I did not know until I was grown and had children what really happened to him. Grandma always said he died in a Juvenile Delinquent Center.  It was preferable to having a son with epilepsy.

I know of a sister too. She married and had children. I have seen her grave not far from my grandparents' graves. Her husband is buried there and several children. I know nothing about them.

So that is why there are fewer than I should have to tell about.

Tuesday, April 18, 2017

Uncle Rolan


I did not know Uncle Rolan well. I only remember seeing him twice.

The first time I saw him was when my family moved to Washington. Uncle Rolan had lived there for years. He was showing us a few sights.

The only sight I remember is the Grand Coulee Dam. Everything was so new. It was a little too much for a 9 year old to take in.

The second time I saw him was when Grandma died. I am sure he loved her but she was not an easy person to spend time with. So my feeling is that it was sort of a duty thing.

Uncle Rolan and Daddy went to Grandma's house after the funeral to see if they could find the little bust I made of clay. I really wanted to have it. But they found nothing.

Uncle Rolan had a wife and three children. When I saw him in Washington my aunt was in the hospital. I do not know why. It was not discussed in front of me.

One of their sons died when he was a year old.

Their daughter I did not meet either. She was a teenager and certainly not interested in a bunch of little kid cousins.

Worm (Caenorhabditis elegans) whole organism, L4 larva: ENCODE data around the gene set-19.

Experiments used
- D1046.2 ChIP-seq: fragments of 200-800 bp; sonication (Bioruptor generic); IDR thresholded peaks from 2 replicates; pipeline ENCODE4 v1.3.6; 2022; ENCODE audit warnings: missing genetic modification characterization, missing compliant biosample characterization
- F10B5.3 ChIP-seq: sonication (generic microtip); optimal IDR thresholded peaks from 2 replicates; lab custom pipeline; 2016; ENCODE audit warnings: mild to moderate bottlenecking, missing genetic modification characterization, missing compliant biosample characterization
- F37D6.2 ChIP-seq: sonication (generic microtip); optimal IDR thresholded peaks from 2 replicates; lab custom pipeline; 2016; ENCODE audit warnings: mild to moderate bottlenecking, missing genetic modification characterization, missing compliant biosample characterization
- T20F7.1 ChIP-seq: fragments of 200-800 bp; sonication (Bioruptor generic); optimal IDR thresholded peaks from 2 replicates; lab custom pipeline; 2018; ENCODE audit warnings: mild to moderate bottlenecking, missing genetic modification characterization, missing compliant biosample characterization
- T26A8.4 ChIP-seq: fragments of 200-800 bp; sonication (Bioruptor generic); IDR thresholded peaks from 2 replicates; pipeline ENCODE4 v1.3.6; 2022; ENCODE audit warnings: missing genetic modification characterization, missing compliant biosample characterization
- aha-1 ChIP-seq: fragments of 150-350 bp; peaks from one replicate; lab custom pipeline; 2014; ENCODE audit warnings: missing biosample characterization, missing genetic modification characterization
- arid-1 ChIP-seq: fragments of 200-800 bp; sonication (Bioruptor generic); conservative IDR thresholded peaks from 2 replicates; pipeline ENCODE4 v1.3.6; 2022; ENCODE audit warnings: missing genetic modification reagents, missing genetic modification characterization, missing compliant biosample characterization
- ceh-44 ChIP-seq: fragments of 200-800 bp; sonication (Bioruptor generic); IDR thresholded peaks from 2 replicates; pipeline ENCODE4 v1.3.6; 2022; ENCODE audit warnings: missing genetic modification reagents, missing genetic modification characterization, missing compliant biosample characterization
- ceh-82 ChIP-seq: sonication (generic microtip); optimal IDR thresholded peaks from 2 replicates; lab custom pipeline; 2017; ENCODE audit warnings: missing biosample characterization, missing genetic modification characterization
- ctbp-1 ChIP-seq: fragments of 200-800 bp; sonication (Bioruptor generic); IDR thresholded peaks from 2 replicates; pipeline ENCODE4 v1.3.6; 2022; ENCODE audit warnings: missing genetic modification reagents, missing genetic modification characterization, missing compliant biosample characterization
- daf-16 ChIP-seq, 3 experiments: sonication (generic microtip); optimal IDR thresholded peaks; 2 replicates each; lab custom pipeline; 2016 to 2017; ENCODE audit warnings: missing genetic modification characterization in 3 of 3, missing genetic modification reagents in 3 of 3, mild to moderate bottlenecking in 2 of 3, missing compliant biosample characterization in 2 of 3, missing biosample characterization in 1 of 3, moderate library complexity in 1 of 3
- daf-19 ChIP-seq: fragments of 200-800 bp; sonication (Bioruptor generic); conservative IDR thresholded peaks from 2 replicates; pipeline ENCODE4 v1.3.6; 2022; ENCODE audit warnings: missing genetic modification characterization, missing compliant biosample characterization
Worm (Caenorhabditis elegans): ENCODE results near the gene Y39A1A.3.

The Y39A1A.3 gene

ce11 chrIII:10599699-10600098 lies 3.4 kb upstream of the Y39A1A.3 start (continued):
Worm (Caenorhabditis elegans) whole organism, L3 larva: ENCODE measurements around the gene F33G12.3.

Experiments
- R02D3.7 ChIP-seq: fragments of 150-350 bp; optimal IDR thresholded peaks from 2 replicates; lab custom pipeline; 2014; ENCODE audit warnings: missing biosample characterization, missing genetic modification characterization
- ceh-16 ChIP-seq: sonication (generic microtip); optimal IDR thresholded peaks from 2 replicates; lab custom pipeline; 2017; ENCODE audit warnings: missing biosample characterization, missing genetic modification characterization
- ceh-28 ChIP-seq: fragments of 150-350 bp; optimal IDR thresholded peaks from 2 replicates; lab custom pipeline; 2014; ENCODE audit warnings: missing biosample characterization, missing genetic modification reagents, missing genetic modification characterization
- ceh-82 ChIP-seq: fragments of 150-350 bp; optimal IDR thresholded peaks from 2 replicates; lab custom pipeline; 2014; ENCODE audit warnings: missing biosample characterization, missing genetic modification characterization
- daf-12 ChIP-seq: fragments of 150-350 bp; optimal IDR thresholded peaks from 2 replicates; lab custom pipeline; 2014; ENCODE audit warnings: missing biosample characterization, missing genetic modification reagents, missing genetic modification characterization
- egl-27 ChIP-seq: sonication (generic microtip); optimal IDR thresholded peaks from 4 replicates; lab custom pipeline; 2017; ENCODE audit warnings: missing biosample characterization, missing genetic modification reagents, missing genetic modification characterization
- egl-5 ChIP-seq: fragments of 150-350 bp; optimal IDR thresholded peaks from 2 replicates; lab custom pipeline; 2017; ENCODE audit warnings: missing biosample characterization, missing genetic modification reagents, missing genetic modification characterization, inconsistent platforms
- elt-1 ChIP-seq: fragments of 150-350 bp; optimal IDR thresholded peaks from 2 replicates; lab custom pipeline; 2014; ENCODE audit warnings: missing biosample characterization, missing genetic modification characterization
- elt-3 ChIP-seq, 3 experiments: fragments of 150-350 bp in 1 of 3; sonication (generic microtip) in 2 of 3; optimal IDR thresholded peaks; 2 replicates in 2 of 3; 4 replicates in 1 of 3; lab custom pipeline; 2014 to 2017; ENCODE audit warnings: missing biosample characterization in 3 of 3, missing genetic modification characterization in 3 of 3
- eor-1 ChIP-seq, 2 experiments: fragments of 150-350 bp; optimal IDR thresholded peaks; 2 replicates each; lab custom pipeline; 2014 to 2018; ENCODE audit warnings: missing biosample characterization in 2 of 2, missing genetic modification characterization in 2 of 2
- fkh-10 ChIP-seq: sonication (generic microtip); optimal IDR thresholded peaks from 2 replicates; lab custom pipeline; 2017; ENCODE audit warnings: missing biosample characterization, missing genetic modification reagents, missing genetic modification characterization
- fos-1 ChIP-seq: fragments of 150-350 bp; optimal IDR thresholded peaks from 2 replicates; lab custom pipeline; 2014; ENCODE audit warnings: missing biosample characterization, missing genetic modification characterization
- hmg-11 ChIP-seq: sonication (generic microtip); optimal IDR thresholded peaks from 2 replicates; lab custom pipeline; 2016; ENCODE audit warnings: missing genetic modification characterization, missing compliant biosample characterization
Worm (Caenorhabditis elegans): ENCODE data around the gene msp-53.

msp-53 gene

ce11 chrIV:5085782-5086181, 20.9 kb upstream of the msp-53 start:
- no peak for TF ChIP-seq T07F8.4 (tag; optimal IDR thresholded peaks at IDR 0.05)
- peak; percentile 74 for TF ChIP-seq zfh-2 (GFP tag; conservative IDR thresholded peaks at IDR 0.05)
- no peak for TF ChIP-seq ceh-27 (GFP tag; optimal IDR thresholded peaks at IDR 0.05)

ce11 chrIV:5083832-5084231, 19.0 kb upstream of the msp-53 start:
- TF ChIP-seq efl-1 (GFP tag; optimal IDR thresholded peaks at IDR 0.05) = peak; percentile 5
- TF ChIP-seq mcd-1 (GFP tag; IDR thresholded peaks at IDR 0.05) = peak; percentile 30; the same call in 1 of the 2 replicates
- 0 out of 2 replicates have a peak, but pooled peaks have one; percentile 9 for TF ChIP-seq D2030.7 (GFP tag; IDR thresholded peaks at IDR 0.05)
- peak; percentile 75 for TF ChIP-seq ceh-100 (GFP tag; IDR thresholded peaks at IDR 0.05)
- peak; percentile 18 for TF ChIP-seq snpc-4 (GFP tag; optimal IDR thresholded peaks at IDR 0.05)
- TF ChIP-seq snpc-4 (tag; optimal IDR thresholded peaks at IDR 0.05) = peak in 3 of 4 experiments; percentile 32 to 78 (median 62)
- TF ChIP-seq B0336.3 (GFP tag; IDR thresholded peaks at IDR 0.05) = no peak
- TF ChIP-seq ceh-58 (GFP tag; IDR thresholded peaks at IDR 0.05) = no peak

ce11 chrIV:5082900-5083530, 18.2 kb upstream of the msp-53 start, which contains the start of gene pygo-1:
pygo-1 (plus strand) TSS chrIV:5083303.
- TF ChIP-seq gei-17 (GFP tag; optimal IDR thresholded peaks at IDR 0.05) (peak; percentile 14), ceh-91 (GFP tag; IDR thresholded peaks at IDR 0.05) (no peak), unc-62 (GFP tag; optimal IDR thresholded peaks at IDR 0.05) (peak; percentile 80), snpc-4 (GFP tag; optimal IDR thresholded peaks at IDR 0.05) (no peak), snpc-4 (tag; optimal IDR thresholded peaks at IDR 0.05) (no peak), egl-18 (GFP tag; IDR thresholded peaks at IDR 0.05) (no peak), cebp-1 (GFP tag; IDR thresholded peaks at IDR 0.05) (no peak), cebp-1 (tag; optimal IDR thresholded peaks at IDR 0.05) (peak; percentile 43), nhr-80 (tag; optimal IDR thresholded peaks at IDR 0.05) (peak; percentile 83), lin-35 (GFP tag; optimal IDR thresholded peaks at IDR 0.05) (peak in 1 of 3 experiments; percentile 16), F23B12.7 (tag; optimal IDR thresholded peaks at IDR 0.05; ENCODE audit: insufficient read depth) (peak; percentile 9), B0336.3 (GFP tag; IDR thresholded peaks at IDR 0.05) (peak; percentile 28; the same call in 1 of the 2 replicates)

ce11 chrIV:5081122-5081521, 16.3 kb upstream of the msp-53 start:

The other son was with Uncle Rolan the day we went to the dam. He was also a teenager. He did not seem to mind us too much. My parents saw him playing in the Army/Navy football game one year.

It is really sad that I know nothing more about them. I have no way to learn either because all of them have died.

I discovered that while working on my family tree. I found no records of either of my cousins having families.

So this is the first uncle I introduce. Unfortunately I have little to tell.

Friday, April 14, 2017

In Your Easter Bonnet


Last year for Easter my grandson took pictures of him and his daughter making Easter eggs. The eggs were made of Play Doh. They were beautiful in the way that only homemade items can be. Beyond that he spent hours with his daughter creating something they could be proud of and that they enjoyed doing together.

It made me think of Easters past. Of course I love thinking of things from the past so I reveled in the memories.

My family did not have much in the way of material things when I was a child. For Easter we had plenty of eggs to color because we had chickens. The Easter bunny left baskets with candy. Mom made a fancy meal. Then we re-hid the eggs over and over all that day.

New clothes were not often bought for Easter. We just dressed in our Sunday clothes like most of the rest of the children where we lived.

I only had one Easter bonnet. Out house had burned and a collection was taken and placed with a neighboring department store for us to purchase new clothes. There was a little extra money and I was able to talk my parents into letting me have my only Easter bonnet.

However we used to make Easter bonnets at school. They are fun and fairly easy to make.